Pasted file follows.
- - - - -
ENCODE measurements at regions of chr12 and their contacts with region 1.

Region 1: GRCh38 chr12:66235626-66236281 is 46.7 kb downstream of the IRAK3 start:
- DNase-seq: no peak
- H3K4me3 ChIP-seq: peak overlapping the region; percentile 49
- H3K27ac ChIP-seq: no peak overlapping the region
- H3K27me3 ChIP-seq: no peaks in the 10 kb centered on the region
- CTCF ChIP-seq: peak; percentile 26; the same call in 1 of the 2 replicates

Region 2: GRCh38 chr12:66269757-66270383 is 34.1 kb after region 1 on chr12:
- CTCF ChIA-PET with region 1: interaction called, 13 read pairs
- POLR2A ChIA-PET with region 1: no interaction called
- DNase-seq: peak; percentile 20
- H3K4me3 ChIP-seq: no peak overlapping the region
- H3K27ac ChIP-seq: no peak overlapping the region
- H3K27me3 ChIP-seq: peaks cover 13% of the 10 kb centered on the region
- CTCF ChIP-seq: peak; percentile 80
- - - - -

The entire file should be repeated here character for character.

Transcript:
ENCODE measurements at regions of chr12 and their contacts with region 1.

Region 1: GRCh38 chr12:66235626-66236281 is 46.7 kb downstream of the IRAK3 start:
- DNase-seq: no peak
- H3K4me3 ChIP-seq: peak overlapping the region; percentile 49
- H3K27ac ChIP-seq: no peak overlapping the region
- H3K27me3 ChIP-seq: no peaks in the 10 kb centered on the region
- CTCF ChIP-seq: peak; percentile 26; the same call in 1 of the 2 replicates

Region 2: GRCh38 chr12:66269757-66270383 is 34.1 kb after region 1 on chr12:
- CTCF ChIA-PET with region 1: interaction called, 13 read pairs
- POLR2A ChIA-PET with region 1: no interaction called
- DNase-seq: peak; percentile 20
- H3K4me3 ChIP-seq: no peak overlapping the region
- H3K27ac ChIP-seq: no peak overlapping the region
- H3K27me3 ChIP-seq: peaks cover 13% of the 10 kb centered on the region
- CTCF ChIP-seq: peak; percentile 80